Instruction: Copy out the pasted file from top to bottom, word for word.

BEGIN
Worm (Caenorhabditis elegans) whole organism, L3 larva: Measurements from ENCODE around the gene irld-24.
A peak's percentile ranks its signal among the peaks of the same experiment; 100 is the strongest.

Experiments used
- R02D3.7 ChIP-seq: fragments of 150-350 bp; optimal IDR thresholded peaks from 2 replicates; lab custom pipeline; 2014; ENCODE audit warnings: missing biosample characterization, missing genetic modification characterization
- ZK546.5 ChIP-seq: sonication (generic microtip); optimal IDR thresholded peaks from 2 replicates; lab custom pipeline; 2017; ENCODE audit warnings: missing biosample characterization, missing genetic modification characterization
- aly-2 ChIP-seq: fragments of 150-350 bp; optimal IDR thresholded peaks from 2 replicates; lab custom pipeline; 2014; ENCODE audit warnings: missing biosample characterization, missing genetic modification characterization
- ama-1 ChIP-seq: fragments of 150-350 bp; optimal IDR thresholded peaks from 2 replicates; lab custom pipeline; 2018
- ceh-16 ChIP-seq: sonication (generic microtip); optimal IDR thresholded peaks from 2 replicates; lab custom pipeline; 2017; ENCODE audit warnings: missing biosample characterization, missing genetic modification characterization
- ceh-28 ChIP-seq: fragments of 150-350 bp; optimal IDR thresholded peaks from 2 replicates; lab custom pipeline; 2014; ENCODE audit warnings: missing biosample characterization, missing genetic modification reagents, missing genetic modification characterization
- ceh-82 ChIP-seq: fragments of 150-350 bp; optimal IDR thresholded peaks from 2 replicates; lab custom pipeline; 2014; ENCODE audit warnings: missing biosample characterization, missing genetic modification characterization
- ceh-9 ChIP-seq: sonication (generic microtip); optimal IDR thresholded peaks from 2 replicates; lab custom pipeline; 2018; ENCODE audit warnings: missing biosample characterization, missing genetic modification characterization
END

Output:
Worm (Caenorhabditis elegans) whole organism, L3 larva: Measurements from ENCODE around the gene irld-24.
A peak's percentile ranks its signal among the peaks of the same experiment; 100 is the strongest.

Experiments used
- R02D3.7 ChIP-seq: fragments of 150-350 bp; optimal IDR thresholded peaks from 2 replicates; lab custom pipeline; 2014; ENCODE audit warnings: missing biosample characterization, missing genetic modification characterization
- ZK546.5 ChIP-seq: sonication (generic microtip); optimal IDR thresholded peaks from 2 replicates; lab custom pipeline; 2017; ENCODE audit warnings: missing biosample characterization, missing genetic modification characterization
- aly-2 ChIP-seq: fragments of 150-350 bp; optimal IDR thresholded peaks from 2 replicates; lab custom pipeline; 2014; ENCODE audit warnings: missing biosample characterization, missing genetic modification characterization
- ama-1 ChIP-seq: fragments of 150-350 bp; optimal IDR thresholded peaks from 2 replicates; lab custom pipeline; 2018
- ceh-16 ChIP-seq: sonication (generic microtip); optimal IDR thresholded peaks from 2 replicates; lab custom pipeline; 2017; ENCODE audit warnings: missing biosample characterization, missing genetic modification characterization
- ceh-28 ChIP-seq: fragments of 150-350 bp; optimal IDR thresholded peaks from 2 replicates; lab custom pipeline; 2014; ENCODE audit warnings: missing biosample characterization, missing genetic modification reagents, missing genetic modification characterization
- ceh-82 ChIP-seq: fragments of 150-350 bp; optimal IDR thresholded peaks from 2 replicates; lab custom pipeline; 2014; ENCODE audit warnings: missing biosample characterization, missing genetic modification characterization
- ceh-9 ChIP-seq: sonication (generic microtip); optimal IDR thresholded peaks from 2 replicates; lab custom pipeline; 2018; ENCODE audit warnings: missing biosample characterization, missing genetic modification characterization